First, Judaism teaches that life is sacred to be cherished and guarded and that each of us is precious, infinitely valuable, a pure soul, an entire world.

Second, Judaism teaches that our bodies are not our own. They are on loan from God. We are forbidden, therefore, to damage them or return them early. Instead, we are to keep our bodies and our minds healthy.

Third, Judaism is both realistic and optimistic. Judaism does not promise a life of ease. This year, some will live, others will die. Some will be tranquil, others will be tormented. At the same, we believe in the words of our machzor that we have the power to “transform the severity of the decree, maavirin et roah hagzera.”

Fourth, Judaism cautions that happiness in things- in money, in possessions, in fame- is fleeting. We will never know true contentment or feel a deep sense of satisfaction when this is our focus. Rather, it is in finding what we can do for others that we find ourselves.

Fifth, Judaism offers us a framework for constructing a beautiful, meaningful life- a life of family and community, faith and friendship, gratitude and hope, repentance and renewal, a life of learning and doing and celebrating and growing and repairing and more.

Finally, Judaism teaches that each of us is needed. Our family needs us.  Our community and our people need us. God needs us.

The story is told of a rabbi who was called to a hospital to see a Jewish teenager who was suicidal. Feeling that he was a good-for-nothing who could not get anything right, the boy had attempted to take his own life.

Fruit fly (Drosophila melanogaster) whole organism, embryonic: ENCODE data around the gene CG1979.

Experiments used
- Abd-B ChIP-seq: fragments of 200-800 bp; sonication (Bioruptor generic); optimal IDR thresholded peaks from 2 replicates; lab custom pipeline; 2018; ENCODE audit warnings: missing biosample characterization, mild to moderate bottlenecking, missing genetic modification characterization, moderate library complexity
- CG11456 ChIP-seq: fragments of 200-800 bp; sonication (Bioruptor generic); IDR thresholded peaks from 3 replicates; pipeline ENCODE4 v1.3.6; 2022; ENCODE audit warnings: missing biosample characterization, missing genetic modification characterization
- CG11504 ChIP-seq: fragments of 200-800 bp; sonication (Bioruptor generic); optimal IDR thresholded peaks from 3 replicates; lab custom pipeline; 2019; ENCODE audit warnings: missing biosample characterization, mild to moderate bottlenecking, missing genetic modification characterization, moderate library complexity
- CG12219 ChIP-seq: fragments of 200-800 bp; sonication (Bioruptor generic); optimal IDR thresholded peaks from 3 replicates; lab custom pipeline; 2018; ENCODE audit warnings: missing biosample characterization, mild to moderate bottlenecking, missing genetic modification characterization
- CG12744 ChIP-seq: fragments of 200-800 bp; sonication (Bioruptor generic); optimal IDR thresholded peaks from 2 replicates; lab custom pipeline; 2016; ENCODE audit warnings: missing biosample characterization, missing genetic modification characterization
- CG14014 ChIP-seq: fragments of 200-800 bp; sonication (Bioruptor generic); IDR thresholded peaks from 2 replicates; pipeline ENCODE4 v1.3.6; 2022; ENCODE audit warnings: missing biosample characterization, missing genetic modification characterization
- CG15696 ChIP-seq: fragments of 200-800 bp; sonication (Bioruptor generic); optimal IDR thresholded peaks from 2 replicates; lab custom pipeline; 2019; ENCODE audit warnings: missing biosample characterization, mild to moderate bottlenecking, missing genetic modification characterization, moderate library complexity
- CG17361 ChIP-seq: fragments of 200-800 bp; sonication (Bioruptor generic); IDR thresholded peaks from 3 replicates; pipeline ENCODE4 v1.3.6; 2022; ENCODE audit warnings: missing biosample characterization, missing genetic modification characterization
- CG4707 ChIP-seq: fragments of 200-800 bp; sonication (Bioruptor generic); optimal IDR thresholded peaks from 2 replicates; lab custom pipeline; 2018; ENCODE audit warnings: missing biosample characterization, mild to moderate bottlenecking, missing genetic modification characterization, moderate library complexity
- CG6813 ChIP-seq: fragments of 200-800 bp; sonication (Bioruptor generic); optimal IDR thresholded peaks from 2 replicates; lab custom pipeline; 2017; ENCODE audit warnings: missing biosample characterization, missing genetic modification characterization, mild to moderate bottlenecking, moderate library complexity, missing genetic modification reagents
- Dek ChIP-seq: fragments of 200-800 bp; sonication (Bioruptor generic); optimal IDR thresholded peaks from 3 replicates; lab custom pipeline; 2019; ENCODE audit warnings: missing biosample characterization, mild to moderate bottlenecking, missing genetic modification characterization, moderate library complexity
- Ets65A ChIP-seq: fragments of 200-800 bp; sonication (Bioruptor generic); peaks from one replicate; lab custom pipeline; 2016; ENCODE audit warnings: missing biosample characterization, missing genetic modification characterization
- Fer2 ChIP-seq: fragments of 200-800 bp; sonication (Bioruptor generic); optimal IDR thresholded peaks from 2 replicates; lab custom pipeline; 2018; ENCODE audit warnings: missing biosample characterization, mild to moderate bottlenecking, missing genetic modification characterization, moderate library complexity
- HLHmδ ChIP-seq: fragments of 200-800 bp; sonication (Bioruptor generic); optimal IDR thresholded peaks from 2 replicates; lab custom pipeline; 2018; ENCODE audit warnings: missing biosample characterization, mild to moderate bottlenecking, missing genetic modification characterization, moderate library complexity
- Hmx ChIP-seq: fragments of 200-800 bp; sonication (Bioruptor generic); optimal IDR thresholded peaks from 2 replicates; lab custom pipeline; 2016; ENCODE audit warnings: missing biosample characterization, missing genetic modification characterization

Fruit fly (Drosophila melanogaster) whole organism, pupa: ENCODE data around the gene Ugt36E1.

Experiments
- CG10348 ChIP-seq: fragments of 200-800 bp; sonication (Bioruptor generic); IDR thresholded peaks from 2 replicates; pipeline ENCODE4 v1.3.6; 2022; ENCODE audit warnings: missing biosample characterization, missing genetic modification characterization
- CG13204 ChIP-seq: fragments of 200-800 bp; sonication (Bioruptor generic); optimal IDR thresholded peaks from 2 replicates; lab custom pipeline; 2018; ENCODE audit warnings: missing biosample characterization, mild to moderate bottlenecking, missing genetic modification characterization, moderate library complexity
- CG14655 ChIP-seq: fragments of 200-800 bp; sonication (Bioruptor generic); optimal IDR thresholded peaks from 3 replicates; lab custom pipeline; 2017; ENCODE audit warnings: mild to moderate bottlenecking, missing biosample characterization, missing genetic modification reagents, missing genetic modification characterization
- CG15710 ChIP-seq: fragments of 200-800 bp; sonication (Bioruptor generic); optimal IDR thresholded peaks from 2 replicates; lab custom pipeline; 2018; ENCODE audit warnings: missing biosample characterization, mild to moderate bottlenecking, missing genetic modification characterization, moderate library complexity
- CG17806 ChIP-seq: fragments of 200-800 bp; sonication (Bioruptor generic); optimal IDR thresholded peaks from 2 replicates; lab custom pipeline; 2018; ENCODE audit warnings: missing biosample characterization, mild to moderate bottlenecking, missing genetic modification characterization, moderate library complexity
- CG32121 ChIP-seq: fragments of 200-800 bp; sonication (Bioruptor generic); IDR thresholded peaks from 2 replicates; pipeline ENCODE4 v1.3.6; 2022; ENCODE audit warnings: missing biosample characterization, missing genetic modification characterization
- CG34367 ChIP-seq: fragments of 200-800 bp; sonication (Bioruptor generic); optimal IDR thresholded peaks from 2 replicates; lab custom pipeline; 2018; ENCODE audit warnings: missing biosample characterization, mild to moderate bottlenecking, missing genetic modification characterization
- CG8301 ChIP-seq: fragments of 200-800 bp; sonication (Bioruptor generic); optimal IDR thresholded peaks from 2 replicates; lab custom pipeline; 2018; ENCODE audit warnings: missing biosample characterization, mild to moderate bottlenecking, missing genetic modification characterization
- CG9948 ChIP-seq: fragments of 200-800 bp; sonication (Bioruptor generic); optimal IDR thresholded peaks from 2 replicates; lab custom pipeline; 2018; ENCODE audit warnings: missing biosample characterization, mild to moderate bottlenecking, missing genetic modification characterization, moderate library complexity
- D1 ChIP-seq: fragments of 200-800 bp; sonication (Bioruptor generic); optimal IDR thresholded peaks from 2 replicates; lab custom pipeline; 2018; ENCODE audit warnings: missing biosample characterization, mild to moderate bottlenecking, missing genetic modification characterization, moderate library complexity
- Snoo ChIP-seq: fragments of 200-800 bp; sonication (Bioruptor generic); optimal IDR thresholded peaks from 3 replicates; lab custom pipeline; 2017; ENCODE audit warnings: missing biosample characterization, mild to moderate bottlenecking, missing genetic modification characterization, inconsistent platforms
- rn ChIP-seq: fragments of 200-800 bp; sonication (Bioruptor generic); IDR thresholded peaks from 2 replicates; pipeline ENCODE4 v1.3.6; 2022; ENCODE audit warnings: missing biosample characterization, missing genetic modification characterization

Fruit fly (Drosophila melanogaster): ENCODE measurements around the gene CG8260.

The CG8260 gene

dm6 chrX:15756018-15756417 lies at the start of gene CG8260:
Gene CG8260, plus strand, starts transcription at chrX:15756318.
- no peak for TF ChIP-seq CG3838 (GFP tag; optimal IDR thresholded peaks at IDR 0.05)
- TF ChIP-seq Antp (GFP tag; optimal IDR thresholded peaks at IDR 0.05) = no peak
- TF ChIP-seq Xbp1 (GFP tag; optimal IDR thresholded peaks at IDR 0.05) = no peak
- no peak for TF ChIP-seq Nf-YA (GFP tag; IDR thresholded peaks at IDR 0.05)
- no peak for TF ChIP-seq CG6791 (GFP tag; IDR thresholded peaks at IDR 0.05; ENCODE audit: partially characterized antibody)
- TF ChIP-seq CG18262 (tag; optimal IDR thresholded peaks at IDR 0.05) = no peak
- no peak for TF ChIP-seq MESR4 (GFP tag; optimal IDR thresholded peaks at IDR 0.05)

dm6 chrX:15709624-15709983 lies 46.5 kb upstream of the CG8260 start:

The rabbi arrived at the hospital not knowing what to expect. He found the boy lying in bed watching TV, black clouds of despair hanging over his head. The boy hardly looked up at the rabbi, and before he could even say hello, the boy said, “If you are here to tell me what the other chaplain just told me, you can leave now.”

Slightly taken aback, the rabbi asked, “What did he say?”

“He told me that God loves me. That is a load of garbage. Why would God love me?”

It was a good point. This kid could see nothing about himself that was worthy of love. He didn’t feel that he had achieved anything his life. So why would God love him?

The rabbi needed to touch this boy without patronizing him. But what do you say to someone who sees himself as worthless?

“You may be right,” said the rabbi. “Maybe God doesn’t love you.”

This got the boy’s attention. He wasn’t expecting that from a rabbi.

“Maybe God doesn’t love you. But one thing’s for sure: God needs you.”

This surprised the boy. He hadn’t heard that before.

“The very fact that you were born,” the rabbi continued, means that God needs you. God had plenty of people before you. But God brought you to the world because there is something you can do that no one else can. And if you haven’t done it yet, that makes it even more crucial that you continue to live, so that you are able to fulfill your mission, and give your unique gift to the world.” (After Aron Moss,

The rabbi in the story teaches an important lesson: it’s not what you need but what you are needed for that matters most. Each of us has a purpose. Each of us has a place. The story also forces us to face a stark reality. Despite our best efforts, despite all our love and support, we cannot always save a person from himself. In the final analysis, it is up to each individual to “Choose Life.”

U’vacharta b’chayim. We say it all the time. “Choose life.” But what does it mean?

In its context, the phrase is about following the mitzvot. God says, “I’m giving you a choice- reward or punishment, blessing or curse, life or death. It’s not much of a choice. Choose life, God wisely recommends.